Risk appetite calculations are making greater penetration in boardrooms across the world. This article overviews how organizations can look at risk appetite across the entire enterprise for assessing their portfolios. In doing so, it reports the results of PMI's 2013 Pulse of the Profession report, which found that for every US$1 million they spent on projects, organizations put US$135,000 at risk. When projects fail, the study found that an average of one-third of the projects' budgets are gone for good. It discusses how organizations can get a holistic view of risk across the portfolio, once an organization knows those risks on each project and identifies several factors that affect risk appetite. The article then details the benefits and perils of the four major risk ingredients: (1) The right tools for the task; (2) global appetites; (3) tricky recipes; and (4) the unknown ingredient. It concludes by examining the last ingredient of risk appetite: the fundamental ability to actually mitigate risks.
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No matter their sector or location, organizations face a highly complex business environment that demands innovation and the agility to respond to shifting global priorities. As a result, in today's complex global environment, the organizations that thrive are the ones that value project management. This article reports the results of PMI's 2013 Pulse of the Profession--the annual global benchmark research report for organization project and program management.
Enterprise resource planning (ERP) projects are notorious for running late and over budget. This article discusses how adopting agile processes can help ERP projects stay on budget and on schedule. In doing so, it details how a consultancy specializing in ERP solutions used agile techniques and best practices on its projects to make them more productive. It then notes how ERP systems make it easier for an organization to control structured and optimized workflows and allow a real-time view on an organization in terms of key performance indicators (KPIs) using the benefit of a single source of data. It reports the results of the 2012 ERP Report, published by Panorama Consulting Solutions, reporting that 56 percent of ERP implementations went over budget. Then, it examines reasons for the overrun. In addition, the article identifies how agile techniques can benefit ERP implementations and details the benefits. Next, it reveals some of the tactical barriers that teams members often struggle with in common agile practices, including that agile was originally intended for use on software-development projects. The article concludes by identifying ways to mitigate risk for ERP implementation projects. Accompanying the article is a sidebar discussing how to sell executives on agile ERP.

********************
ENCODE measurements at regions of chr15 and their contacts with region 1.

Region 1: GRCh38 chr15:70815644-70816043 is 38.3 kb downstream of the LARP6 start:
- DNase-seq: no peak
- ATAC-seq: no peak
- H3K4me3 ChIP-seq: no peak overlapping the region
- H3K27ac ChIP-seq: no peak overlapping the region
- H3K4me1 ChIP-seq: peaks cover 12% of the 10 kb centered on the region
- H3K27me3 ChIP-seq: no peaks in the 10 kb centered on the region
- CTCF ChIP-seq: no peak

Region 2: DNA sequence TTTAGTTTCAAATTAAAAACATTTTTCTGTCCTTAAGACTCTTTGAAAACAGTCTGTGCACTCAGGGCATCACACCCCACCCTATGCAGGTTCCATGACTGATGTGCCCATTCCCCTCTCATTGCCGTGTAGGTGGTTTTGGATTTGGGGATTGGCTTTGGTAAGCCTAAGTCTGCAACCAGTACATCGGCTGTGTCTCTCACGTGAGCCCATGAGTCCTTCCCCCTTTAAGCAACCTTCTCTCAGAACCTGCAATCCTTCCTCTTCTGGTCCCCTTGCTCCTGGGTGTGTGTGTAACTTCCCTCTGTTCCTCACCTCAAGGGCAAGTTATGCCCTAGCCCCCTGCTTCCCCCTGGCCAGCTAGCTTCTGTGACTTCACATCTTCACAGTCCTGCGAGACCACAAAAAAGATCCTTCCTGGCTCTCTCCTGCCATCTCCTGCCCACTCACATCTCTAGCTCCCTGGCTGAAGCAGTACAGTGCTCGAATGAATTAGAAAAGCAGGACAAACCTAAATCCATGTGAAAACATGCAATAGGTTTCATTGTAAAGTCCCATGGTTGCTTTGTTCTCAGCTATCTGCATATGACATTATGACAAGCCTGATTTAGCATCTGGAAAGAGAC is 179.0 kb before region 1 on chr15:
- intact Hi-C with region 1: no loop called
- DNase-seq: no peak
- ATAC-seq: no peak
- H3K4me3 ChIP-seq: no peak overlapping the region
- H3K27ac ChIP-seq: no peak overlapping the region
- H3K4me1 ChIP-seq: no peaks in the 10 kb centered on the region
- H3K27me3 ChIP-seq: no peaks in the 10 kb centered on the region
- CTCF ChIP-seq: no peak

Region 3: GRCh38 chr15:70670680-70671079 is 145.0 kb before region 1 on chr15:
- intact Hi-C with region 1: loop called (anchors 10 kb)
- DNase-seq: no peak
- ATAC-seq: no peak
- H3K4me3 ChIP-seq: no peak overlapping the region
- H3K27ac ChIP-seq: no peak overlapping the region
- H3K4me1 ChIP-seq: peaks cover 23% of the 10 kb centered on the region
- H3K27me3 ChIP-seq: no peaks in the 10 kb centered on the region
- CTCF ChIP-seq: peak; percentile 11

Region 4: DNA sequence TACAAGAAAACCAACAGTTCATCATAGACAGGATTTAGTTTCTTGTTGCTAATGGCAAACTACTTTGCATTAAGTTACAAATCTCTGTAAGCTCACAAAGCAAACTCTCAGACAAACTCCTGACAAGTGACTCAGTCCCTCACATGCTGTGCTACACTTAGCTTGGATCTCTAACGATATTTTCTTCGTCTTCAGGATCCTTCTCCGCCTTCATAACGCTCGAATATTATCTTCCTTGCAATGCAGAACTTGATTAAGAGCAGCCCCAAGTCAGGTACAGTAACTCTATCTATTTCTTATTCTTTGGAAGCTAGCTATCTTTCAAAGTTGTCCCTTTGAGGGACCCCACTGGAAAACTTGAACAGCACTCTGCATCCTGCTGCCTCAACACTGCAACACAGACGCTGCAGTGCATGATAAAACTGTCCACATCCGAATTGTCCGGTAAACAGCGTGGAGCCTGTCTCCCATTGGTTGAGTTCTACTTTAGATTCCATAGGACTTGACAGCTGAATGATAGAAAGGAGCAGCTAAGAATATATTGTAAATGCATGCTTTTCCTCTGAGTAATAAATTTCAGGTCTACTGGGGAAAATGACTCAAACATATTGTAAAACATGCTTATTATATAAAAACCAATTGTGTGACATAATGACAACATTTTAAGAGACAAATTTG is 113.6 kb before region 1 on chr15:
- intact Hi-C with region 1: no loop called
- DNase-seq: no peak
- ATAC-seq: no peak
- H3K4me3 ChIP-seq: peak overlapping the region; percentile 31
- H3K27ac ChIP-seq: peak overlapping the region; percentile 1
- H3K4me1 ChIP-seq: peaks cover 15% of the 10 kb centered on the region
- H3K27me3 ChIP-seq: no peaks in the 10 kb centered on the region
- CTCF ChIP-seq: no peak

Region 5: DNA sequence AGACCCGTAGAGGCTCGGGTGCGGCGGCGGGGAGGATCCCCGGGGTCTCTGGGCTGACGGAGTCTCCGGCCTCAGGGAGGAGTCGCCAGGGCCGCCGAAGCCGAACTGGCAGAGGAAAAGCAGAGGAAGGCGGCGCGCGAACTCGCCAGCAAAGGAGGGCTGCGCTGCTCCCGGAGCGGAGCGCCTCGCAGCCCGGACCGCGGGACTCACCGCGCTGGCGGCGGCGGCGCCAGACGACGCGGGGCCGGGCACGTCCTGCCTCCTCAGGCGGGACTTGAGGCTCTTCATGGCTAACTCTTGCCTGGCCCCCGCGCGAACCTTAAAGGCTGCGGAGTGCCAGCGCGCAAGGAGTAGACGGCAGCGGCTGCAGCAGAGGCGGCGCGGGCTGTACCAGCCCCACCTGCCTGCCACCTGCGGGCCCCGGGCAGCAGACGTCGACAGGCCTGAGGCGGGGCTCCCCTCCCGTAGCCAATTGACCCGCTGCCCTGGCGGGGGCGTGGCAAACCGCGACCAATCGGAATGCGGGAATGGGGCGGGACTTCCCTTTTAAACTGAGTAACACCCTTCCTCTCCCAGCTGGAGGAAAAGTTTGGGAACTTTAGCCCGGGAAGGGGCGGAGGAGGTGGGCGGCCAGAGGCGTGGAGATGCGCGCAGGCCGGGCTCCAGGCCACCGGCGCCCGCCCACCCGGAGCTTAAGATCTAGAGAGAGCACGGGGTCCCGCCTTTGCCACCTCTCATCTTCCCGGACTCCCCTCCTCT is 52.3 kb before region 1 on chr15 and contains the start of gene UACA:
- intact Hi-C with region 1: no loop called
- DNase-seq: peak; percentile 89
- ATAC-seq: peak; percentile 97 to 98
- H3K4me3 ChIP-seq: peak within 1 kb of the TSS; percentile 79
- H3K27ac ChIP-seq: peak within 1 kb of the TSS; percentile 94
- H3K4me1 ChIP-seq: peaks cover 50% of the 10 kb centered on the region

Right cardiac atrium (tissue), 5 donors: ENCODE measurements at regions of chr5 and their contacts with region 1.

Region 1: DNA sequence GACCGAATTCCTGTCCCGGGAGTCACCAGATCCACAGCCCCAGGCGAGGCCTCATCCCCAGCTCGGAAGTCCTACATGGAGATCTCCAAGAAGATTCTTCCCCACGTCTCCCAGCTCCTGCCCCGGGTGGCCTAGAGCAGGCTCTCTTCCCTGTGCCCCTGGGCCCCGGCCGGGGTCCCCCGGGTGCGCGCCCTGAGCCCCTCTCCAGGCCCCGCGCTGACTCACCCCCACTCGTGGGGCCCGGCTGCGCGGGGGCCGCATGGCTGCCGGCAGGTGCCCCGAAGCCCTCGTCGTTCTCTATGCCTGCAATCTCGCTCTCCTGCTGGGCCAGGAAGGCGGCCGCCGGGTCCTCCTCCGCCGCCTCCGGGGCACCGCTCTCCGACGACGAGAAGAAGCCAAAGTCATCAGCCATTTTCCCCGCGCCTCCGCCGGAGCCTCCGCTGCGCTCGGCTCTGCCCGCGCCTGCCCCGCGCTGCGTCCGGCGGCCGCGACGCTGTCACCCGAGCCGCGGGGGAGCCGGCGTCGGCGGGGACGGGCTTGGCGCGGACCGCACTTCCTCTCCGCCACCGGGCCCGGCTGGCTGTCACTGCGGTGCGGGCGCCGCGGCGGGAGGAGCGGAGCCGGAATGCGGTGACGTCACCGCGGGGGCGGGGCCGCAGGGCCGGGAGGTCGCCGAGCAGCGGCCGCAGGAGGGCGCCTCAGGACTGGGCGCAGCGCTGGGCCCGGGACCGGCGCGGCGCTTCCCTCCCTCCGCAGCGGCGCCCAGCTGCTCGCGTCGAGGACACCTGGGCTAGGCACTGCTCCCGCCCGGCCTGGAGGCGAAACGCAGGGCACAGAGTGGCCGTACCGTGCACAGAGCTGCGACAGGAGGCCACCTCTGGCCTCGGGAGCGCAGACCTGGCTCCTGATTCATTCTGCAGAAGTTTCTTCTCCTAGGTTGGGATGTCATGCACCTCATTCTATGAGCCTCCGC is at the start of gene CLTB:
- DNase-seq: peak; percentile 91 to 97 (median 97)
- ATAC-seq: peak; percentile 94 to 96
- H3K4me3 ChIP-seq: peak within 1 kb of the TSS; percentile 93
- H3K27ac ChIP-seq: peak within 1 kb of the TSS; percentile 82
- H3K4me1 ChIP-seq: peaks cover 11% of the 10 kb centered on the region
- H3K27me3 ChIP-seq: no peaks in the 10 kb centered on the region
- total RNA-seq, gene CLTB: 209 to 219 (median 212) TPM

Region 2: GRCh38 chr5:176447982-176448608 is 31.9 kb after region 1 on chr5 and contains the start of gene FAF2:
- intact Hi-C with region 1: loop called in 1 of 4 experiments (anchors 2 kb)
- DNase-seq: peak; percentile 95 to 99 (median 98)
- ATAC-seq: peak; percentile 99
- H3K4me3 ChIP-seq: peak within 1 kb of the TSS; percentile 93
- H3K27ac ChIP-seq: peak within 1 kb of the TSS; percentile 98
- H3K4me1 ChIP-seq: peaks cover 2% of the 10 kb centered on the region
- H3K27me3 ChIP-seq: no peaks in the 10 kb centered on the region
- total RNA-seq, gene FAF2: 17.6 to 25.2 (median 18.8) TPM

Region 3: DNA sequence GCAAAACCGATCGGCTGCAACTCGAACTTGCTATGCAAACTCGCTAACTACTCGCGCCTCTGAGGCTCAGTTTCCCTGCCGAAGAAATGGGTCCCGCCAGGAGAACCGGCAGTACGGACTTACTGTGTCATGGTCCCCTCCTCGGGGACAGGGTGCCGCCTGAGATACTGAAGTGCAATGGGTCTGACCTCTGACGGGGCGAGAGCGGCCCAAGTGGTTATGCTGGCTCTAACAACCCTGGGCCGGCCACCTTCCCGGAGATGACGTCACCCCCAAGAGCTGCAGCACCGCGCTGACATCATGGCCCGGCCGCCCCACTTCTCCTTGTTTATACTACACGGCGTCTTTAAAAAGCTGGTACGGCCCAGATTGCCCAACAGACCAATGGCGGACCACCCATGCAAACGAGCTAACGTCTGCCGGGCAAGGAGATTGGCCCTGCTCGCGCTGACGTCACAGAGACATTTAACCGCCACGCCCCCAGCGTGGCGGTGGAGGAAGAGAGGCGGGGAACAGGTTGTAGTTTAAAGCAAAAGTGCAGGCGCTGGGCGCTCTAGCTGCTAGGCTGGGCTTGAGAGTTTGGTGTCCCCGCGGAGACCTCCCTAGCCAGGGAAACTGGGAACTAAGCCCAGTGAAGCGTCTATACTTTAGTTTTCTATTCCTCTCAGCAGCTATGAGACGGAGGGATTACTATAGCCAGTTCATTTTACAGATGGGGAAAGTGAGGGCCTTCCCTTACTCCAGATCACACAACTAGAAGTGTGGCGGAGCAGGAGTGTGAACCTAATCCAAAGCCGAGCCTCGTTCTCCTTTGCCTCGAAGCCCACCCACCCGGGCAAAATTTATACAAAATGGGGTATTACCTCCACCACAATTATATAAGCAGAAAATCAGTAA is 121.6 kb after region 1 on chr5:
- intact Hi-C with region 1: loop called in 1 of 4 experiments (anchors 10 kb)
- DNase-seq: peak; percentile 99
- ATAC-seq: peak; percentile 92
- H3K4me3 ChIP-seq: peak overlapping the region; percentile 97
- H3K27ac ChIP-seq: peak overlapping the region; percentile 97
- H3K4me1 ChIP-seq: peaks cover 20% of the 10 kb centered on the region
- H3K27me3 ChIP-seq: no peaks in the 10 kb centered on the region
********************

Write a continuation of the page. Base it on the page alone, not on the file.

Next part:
Project success generally depends on whether stakeholders are happy with a project's results. On each project, project managers do their best to get stakeholders involved, but projects still get into trouble. This article discusses how better performance can be obtained when more time is spent on building the team. It describes how these four actions will result in happy team members: keep team members informed; get to know team members; protect your team; and use positive reinforcement.
Poor risk management can be fatal to any project. But what happens when properly planning for risk factors really is a matter of life and death? This article examines how the staff at Children's Memorial Hospital in Chicago moved more than 100 critically ill children from an aging facility to the new Ann and Robert H. Lurie Children's Hospital of Chicago.
A quality-driven program is essential to good project management. This article features the chairman of Tata Quality Management Services (Mumbai, India) discussing how his organization meets global standards for business excellence with a quality-driven program. It details the organization's use of the Tata Business Excellence Model (TBEM) across its companies to measure how each is performing. It then provides an example of Tata's approach to project management using its US$4.5 billion, 4,000-megawatt power plant project in Gujarat, India. The article also explores the organization's approach to innovation noting that intuition and entrepreneurship can take precedence over process. It examines how quality processes help companies better manage their projects. It concludes by suggesting ways companies can make quality part of their project management process.